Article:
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Health: Healthy livers and kidneys remove chemicals from the body faster than unhealthy organs.

Other factors that influence detection include metabolism rate, age and weight. Thus, the amount of time that an opioid is detectable in the body is different for everyone. Still, there are general estimates of how long different types of opioids are detectable.

Young girl suffering from addiction to opiates being held by her friend

How Long Opioid Withdrawal Lasts

Patients who take opioids as prescribed by their doctor for short-term pain relief rarely experience withdrawal. Chronic pain patients who take the drugs as prescribed may become dependent and experience mild or moderate withdrawal symptoms after discontinuation.

People who misuse opioids by taking them to get high or taking them in higher doses than prescribed often experience severe crashes or withdrawal when they stop taking the drugs. The length of withdrawal depends on many of the same factors that determine how long a drug stays in the body, such as frequency of use, dosage, type of opioid and method of administration.

The method of administration has a large impact on when withdrawal occurs because withdrawal typically begins once the drug has left the body. The peak effects of opioids are felt when the drugs reach peak blood plasma levels.

In general, peak blood plasma levels are reached after about:
  • 10 minutes when used intravenously.
  • 10 to 15 minutes when snorted (nasal insufflation).
  • 30 to 45 minutes when injected into the muscle.
  • 90 minutes when consumed orally.
  • Two to four hours when absorbed through the skin.

Heroin, which is usually consumed intravenously, can cause withdrawal symptoms within two hours of last use. Because the drug leaves the body more quickly when used intravenously, IV heroin users experience withdrawal more quickly than methadone users.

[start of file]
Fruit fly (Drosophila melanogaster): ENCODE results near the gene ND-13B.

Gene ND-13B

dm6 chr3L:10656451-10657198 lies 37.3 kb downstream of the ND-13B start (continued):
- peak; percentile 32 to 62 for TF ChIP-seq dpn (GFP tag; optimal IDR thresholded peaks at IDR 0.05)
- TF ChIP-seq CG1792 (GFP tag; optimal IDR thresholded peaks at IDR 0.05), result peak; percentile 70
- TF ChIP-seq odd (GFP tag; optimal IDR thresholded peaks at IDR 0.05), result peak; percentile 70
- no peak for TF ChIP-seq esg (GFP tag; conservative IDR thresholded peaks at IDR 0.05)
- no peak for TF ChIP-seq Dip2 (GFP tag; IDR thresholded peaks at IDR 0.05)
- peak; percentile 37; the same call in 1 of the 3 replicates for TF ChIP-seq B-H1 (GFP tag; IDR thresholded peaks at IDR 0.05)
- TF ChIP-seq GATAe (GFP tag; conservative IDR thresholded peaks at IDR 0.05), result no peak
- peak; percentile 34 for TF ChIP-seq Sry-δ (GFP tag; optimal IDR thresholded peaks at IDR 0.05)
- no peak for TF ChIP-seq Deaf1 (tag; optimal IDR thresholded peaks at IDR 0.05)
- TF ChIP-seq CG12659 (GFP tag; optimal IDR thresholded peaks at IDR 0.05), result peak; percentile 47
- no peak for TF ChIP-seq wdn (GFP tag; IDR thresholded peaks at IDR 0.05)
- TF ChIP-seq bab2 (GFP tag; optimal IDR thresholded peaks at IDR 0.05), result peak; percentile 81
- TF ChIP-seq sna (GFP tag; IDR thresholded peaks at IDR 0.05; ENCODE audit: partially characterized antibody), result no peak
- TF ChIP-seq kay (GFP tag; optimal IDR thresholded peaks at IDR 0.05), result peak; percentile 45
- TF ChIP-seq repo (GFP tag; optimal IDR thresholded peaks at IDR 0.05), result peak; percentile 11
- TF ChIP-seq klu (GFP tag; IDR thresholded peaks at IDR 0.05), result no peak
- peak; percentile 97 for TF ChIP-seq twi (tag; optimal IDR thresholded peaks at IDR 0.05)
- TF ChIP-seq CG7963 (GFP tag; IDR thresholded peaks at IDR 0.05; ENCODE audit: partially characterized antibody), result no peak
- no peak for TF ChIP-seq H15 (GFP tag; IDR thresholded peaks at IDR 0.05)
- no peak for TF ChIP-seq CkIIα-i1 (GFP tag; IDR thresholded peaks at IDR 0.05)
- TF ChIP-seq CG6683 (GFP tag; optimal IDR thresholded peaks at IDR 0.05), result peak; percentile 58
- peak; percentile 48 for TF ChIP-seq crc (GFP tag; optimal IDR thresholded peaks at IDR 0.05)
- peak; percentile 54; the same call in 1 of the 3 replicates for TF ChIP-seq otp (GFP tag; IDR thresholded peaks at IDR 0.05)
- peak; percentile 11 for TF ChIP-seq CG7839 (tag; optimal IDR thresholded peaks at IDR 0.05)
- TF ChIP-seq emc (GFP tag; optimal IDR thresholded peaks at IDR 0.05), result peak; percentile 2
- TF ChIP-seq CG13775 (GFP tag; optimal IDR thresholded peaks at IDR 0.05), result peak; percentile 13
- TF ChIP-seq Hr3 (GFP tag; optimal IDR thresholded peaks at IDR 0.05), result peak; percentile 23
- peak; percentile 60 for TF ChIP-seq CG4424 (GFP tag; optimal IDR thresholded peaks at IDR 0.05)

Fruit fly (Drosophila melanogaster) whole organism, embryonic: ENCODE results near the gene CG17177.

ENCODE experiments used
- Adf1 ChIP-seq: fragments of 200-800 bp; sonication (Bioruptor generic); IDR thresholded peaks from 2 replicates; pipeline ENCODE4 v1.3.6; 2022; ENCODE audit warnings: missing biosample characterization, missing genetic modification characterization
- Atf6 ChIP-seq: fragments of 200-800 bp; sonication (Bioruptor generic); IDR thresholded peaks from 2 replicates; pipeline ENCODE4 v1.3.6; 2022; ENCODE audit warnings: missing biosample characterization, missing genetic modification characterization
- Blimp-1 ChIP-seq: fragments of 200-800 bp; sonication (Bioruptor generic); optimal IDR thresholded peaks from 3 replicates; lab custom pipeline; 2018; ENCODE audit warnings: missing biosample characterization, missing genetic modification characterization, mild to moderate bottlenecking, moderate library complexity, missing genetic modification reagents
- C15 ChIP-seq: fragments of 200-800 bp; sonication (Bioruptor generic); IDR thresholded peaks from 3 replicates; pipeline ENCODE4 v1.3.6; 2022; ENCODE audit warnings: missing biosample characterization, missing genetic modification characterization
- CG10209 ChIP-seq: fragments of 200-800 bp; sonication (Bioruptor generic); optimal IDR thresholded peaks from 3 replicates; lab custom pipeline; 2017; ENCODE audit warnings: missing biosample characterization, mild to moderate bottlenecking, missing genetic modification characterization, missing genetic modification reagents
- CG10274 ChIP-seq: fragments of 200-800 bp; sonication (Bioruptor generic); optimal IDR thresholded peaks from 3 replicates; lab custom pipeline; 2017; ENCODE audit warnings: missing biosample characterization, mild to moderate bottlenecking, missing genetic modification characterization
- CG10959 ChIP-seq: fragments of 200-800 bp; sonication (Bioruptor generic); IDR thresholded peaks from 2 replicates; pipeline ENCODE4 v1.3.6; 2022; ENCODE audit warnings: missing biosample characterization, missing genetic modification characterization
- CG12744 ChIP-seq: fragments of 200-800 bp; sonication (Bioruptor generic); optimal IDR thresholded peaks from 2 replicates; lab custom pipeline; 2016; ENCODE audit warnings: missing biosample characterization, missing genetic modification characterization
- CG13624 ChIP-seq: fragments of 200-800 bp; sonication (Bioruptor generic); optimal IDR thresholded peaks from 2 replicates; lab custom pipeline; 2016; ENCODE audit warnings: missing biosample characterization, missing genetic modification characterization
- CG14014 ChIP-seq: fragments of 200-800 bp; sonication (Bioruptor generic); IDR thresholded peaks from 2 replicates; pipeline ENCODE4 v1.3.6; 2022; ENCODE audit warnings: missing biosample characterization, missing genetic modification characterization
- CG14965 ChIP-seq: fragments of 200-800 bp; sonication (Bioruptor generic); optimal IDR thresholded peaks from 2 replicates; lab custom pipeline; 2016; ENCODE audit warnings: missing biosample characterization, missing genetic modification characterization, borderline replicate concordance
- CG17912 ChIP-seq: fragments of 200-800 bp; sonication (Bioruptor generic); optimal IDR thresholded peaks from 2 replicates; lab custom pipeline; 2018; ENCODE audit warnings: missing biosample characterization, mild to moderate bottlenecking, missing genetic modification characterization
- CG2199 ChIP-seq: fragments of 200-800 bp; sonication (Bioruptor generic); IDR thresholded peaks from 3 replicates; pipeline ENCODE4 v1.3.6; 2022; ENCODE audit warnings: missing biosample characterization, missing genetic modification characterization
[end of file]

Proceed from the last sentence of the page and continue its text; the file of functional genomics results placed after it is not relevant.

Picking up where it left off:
Methadone is a slow-acting opioid that is usually consumed orally. The withdrawal effects may not occur until 30 hours after last use. The length of withdrawal depends on how frequently the drug was consumed. Chronic heroin users may experience peak withdrawal symptoms after 48 or 72 hours of last use, and withdrawal can last for up to a week.

Withdrawal occurs when the brain adapts to drug use. The brain becomes used to the opioid and reacts negatively when the opioid leaves the system. That’s why withdrawal can last longer than the time it takes for opioids to leave the body. It takes time for the brain to recover from its dependency on the opioid.

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How Opioids Are Metabolized

The metabolism process determines how quickly a drug enters and leaves a person’s body. When taken orally, most opioids experience first-pass metabolism, meaning a significant portion of the opioid is metabolized by the liver or stomach wall before it enters blood circulation, according to a 2009 article on opioid metabolism published in the journal Mayo Clinic Proceedings. Intravenous or transdermal administration causes the opioid to immediately enter the blood stream before being metabolized.

Metabolites, a byproduct of the metabolism process, are usually attached to chemicals such as glucuronic acid before being excreted. However, some chemicals are directly excreted in the urine.